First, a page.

Lately, whenever I read with Mikayla, she always demands, “Read the wrong word, Daddy!” I’m not sure how this began, but I have been impressed by how engaged she is in every story we read, even when it’s for the 100th time. How this works is - I read the story, and then I will intentionally substitute the wrong word while reading. She will be following along and looking at the page as I read, and then she will inevitably correct me and say the right word.
Not too bad for a 3 1/2 year old toddler.
This led me to do some research and wonder what other games we can do while reading with our children to keep them more engaged. Some examples include:
"Reading Scavenger Hunt": This game involves giving children a list of items or words to find in a book. For example, you can ask them to find a word that starts with the letter "S" or a sentence that describes a character's appearance. This game helps children to focus on specific aspects of the text and encourages them to pay attention to details.
"Book Charades": This game involves acting out different scenes or characters from a book. For example, children can act out a scene from a story or pretend to be a character and describe the character's personality or actions. This game helps children to understand and interpret the text in a more interactive and engaging way.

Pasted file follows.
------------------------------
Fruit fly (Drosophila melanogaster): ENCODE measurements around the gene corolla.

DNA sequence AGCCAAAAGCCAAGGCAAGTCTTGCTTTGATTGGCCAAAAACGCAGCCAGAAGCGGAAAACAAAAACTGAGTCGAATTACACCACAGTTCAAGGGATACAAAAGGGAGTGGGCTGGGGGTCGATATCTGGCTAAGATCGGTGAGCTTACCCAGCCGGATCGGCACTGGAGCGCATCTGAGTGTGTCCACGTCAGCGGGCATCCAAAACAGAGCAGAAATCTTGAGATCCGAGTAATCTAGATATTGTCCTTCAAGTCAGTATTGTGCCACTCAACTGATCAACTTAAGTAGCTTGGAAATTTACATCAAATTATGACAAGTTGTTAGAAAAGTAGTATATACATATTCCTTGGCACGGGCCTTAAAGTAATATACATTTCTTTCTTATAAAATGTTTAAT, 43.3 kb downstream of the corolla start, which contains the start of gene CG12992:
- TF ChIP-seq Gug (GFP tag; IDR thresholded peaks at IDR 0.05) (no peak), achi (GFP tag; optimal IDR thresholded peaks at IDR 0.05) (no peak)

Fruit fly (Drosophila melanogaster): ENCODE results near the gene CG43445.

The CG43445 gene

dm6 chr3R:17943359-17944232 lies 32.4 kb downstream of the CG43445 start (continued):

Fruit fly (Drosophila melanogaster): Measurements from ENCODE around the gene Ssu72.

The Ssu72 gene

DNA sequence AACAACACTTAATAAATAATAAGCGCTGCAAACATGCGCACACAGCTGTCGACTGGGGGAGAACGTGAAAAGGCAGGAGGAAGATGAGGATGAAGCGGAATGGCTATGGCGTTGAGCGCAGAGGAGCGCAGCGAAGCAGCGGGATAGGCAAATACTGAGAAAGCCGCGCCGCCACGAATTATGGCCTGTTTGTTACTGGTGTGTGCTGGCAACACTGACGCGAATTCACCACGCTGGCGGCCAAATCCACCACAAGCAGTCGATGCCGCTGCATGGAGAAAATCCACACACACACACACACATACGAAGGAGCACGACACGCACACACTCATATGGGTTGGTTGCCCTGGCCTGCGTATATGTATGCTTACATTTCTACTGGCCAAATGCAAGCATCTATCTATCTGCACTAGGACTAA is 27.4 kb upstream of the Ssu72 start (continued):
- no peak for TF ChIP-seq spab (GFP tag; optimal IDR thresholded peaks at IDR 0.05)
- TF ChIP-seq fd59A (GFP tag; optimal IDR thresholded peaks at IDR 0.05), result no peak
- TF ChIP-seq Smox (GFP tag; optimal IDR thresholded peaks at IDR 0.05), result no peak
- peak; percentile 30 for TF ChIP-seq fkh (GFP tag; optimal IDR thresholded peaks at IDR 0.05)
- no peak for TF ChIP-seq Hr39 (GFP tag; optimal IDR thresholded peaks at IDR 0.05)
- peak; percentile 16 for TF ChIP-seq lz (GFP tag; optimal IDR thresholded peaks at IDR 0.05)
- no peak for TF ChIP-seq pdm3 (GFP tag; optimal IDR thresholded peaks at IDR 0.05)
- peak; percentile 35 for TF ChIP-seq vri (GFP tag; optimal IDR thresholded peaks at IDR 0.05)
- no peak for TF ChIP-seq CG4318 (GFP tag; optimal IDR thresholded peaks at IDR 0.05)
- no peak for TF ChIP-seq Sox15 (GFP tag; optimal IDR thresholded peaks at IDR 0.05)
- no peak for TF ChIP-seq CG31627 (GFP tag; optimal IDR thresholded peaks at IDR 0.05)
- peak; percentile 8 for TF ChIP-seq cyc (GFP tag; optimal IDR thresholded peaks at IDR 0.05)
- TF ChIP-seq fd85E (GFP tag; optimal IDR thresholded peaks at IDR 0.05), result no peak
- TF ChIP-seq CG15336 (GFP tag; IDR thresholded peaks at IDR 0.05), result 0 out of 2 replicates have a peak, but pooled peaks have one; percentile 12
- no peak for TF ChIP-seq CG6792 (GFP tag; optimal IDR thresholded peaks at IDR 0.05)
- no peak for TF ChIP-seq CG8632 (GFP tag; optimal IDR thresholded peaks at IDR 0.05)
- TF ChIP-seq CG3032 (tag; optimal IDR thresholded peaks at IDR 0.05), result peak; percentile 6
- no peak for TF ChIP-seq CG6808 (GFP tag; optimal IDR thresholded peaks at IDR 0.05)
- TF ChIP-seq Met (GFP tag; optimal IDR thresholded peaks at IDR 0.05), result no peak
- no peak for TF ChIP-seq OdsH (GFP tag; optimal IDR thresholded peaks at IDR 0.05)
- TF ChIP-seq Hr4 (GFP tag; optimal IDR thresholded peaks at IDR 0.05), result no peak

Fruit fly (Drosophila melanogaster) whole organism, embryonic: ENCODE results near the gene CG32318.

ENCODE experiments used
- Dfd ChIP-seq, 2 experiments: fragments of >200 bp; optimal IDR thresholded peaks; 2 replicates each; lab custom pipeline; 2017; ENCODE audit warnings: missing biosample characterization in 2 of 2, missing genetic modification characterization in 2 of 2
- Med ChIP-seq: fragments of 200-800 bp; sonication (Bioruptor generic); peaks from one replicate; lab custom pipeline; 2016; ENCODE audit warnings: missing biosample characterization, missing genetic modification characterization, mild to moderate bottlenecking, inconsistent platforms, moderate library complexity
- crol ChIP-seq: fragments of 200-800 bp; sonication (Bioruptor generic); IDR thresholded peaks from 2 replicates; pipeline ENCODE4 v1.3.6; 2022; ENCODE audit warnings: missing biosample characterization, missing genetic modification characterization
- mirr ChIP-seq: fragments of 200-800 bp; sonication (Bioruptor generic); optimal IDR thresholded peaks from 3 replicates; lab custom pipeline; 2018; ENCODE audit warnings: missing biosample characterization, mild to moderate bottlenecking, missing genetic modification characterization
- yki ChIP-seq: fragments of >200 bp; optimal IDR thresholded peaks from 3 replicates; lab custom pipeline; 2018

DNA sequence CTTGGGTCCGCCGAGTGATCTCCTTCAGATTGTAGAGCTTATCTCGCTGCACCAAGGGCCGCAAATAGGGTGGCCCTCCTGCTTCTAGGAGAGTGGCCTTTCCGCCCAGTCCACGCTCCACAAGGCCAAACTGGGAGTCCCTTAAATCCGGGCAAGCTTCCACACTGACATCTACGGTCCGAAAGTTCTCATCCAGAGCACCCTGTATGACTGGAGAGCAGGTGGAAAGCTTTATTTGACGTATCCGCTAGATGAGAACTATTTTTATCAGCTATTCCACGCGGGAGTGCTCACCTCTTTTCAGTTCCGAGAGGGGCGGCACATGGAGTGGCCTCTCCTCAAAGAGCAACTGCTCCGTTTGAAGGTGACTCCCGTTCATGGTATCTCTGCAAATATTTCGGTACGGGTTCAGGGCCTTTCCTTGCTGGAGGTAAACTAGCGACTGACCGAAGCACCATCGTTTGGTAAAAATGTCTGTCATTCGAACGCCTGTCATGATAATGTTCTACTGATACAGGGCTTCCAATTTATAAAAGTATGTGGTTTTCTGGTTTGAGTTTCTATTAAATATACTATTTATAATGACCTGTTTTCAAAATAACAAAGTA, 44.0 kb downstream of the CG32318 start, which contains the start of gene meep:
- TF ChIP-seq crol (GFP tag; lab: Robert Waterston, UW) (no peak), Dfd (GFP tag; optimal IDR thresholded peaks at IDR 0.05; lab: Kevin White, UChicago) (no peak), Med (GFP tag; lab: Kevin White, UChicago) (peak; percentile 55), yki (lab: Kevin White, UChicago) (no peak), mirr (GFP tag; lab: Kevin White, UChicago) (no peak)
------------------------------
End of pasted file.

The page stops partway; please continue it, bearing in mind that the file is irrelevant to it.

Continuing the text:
"Reading Bingo": This game involves creating a bingo board with different words or phrases from a book. Children can then read the book and mark off the words or phrases as they find them. This game helps children to focus on specific vocabulary words and improves their understanding of the text.
"Reading Trivia": This game involves creating a list of questions about a book and having children answer them. For example, you can ask questions about the characters, the setting, or the plot. This game helps children to remember important details and understand the main events of the story.
"Reading Race": Children can have a race to see who can read a certain number of pages or a certain amount of time, and then come together to discuss what they have read. This game encourages children to read more, to progress faster and to have fun while reading.
Research has shown that interactive and game-based reading activities can increase children's engagement and motivation in reading. A study conducted by the National Reading Panel (2000) found that students who participated in interactive reading activities had a better understanding of the text and improved reading comprehension. Additionally, a study by the International Reading Association (2010) found that students who participated in game-based reading activities had a more positive attitude towards reading and were more likely to continue reading independently.
It's important to note that it is always good to adapt the games to the age and level of the children, also to make sure that the games align with the educational goals and the book's content.